|President||John S. Fallon (1963–1965)
Richard S. Ruopp (1966–1968)
Lawrence "Larry" Lemmel (1968–1970)
Leon Botstein (1970–1975)
Ira Goldenberg (1976–1978)
|40 (in 1968)|
|Location||Franconia, NH, USA|
Franconia College was a small experimental liberal arts college in Franconia, New Hampshire, United States. It opened in 1963 on the site of the Forest Hills Hotel on Agassiz Road, and closed in 1978, after years of declining enrollment and increasing financial difficulties.
A small, eclectic faculty provided a diverse education. Areas of studies included the fine arts, architecture, performing arts, languages, law, and business. During the 1960s, the college played a small part in the Race for Space.
Franconia College opened as a two-year college in 1963 with nine founding staff members; the school began granting four-year degrees in 1965. The school was accredited by the New England Association of Schools and Colleges.
The school first gained national attention in 1968 when William Loeb, publisher of the Manchester Union Leader, vilified the students for behavior that included unmarried persons of the opposite sex sleeping together. The headline "Bare Debauchery at Franconia College: Sex, Liquor, Drugs Rampant on Campus" made the front page of the newspaper the same day a smaller one announced the assassination of Martin Luther King.
While the article was believed to be exaggerated, nine students were arrested in a marijuana raid that spring, and a cascade of changes happened at the school. College president Richard Ruopp resigned at the demand of the board of trustees in April, then the board let two teachers' contracts lapse against a faculty committee recommendation to rehire them. The teachers and staff responded in July with mass resignations, leaving the college with half the number of staff it had at the beginning of the 1967–68 year. At the time, the school was running $100,000 per year in debt and the school's mortgage was threatened with foreclosure. In an attempt to ease its financial straits, the school made its grounds available as a weekend ski lodge the following winter.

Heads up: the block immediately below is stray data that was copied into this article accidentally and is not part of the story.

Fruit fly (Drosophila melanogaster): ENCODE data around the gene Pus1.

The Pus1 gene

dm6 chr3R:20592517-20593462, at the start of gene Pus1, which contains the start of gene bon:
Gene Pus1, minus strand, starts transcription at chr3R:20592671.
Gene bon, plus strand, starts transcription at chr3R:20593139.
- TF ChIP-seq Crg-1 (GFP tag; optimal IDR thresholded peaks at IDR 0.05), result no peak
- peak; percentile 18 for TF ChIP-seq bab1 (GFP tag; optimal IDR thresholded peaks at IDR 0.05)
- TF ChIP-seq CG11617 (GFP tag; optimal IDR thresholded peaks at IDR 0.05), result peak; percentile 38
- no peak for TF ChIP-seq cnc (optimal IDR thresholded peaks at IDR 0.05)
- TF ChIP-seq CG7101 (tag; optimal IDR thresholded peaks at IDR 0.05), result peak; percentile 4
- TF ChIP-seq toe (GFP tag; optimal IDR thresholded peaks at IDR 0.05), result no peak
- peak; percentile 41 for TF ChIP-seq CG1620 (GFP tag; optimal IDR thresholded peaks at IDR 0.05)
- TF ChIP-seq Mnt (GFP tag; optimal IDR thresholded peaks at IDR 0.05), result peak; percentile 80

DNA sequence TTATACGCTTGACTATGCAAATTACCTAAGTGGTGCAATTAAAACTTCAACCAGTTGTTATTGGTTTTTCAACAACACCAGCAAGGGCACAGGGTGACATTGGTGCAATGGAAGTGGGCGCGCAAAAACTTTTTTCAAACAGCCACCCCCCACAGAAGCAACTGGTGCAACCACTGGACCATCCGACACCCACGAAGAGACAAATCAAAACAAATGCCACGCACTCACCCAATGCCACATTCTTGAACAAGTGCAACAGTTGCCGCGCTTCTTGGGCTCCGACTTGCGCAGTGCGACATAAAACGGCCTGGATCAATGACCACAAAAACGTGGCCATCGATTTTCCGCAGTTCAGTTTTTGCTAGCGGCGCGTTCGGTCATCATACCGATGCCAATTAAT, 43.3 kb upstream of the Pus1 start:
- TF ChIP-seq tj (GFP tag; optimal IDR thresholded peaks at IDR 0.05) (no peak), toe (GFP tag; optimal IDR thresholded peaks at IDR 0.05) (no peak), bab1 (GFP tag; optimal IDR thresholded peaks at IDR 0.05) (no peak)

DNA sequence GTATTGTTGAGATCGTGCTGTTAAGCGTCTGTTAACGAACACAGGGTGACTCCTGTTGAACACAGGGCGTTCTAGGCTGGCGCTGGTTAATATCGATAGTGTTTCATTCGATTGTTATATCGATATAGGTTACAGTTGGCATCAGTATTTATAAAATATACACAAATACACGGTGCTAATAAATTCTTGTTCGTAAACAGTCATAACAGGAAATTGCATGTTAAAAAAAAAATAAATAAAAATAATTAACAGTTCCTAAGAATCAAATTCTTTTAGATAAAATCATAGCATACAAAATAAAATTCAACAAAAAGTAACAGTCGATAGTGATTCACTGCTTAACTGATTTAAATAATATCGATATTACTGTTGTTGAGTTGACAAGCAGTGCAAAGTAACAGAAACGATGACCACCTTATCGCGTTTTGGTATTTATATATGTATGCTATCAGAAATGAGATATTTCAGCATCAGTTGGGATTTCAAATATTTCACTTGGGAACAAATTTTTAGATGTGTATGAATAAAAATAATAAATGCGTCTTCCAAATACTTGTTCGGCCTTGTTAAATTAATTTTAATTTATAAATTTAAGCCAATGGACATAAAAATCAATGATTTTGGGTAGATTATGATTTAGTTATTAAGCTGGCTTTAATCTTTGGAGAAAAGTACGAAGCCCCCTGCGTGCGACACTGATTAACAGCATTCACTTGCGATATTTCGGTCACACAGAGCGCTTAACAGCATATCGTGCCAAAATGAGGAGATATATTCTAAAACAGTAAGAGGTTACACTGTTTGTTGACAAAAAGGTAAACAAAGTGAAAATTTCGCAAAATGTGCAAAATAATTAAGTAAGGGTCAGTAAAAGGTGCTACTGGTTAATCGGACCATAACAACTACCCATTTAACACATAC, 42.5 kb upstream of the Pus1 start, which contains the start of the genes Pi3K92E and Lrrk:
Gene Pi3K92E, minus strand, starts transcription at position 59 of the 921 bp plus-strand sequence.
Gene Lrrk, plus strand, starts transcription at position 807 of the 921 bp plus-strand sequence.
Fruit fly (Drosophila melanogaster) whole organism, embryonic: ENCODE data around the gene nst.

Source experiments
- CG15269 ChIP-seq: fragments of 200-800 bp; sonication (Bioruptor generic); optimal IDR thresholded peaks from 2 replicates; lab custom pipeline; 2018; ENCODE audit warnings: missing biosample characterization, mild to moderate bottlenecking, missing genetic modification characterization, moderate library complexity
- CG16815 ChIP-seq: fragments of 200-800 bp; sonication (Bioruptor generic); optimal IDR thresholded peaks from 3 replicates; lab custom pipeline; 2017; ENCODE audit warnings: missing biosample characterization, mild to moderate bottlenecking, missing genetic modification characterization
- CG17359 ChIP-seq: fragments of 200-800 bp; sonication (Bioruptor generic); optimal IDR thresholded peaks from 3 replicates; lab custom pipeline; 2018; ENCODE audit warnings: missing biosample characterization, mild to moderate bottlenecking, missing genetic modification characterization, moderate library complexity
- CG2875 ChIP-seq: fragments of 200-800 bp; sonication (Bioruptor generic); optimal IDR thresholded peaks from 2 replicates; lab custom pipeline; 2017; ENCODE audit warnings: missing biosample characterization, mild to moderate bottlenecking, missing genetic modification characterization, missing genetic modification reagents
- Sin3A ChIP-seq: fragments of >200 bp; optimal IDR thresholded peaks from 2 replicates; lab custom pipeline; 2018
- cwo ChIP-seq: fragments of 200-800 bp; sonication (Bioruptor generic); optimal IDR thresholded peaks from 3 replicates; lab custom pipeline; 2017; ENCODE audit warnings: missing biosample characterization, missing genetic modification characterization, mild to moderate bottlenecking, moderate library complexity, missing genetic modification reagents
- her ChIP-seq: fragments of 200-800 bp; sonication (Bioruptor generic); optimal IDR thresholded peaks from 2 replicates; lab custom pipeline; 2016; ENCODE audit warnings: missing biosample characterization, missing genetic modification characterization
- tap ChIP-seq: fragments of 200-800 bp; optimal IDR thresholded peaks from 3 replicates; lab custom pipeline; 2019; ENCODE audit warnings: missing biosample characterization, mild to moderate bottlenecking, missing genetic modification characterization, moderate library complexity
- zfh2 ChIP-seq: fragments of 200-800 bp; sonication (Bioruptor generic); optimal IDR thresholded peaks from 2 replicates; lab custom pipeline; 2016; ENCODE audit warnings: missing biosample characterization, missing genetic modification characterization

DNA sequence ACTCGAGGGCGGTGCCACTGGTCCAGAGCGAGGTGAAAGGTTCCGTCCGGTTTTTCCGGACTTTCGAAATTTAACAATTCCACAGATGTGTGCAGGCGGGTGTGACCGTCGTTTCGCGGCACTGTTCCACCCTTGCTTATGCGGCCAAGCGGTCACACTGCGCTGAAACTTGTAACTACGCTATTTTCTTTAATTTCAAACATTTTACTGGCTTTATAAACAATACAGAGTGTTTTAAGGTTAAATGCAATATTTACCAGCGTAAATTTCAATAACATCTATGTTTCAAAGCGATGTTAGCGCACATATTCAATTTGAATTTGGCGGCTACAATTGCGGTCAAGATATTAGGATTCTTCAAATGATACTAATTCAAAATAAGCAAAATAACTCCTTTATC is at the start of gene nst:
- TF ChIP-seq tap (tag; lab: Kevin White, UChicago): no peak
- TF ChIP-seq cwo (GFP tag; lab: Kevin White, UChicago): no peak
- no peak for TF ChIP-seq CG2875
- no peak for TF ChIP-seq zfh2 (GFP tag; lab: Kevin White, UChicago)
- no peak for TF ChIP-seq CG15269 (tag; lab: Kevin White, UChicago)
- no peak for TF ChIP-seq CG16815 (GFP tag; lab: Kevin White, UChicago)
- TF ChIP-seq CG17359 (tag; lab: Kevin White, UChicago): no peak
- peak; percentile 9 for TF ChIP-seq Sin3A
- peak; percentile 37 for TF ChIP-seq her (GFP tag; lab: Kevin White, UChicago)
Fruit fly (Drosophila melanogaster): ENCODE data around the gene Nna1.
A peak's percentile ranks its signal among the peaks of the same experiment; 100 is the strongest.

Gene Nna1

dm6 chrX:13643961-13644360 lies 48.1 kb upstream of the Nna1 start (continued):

Franconia College again gained national attention in 1970, when 23-year-old Leon Botstein became the youngest college president in the country. After securing $800,000 in federal grants, Botstein oversaw new construction including three small dormitories and a student union.
In 1976, the college appeared on a segment of ABC Evening News with president Ira Goldenberg, economics professor George Wheeler and two students discussing the experiences and responsibility learned at Franconia.
Franconia College closed due to bankruptcy in January 1978. According to former dean of students and director of housing and counseling services Rich Colfer, every student who contacted counseling services during the closure was placed at another college.
The trustees of Franconia College purchased the former Forest Hills Hotel in 1960. The hotel had been in operation since its construction in 1882 and had been donated to the University of New Hampshire in 1956.
Situated north of the White Mountain National Forest, the college provided easy access for students to the outdoor sporting activities for which the North Country is most famous. Several students lived in their own tents and tepees in the nearby woods.
In June 1978, the campus was offered for sale at auction but failed to sell at that time. The main hotel building was torn down in 1985, and the former college president's house, known as "The Lodge" when built in 1892, opened as a bed and breakfast called The Inn At Forest Hills in 1993.
The nine founding staff members included Richard S. Roupp, later president of the college, Robert Greenway, Peter Elbow, and Nicholas Howe. Notable faculty included Eliot Coleman, who taught Spanish, and Nancy L. Walker, a widely published and award-winning creative nonfictionist. After the closure of Franconia, Walker became Professor of English and Director of Composition at Missouri State University in Springfield. The influential poet Robert Grenier taught at the college in the early 1970s. Other notable faculty included Mike Wallace and Peter Linebaugh in history, David Kettler in political science, and Michael Dorris in anthropology.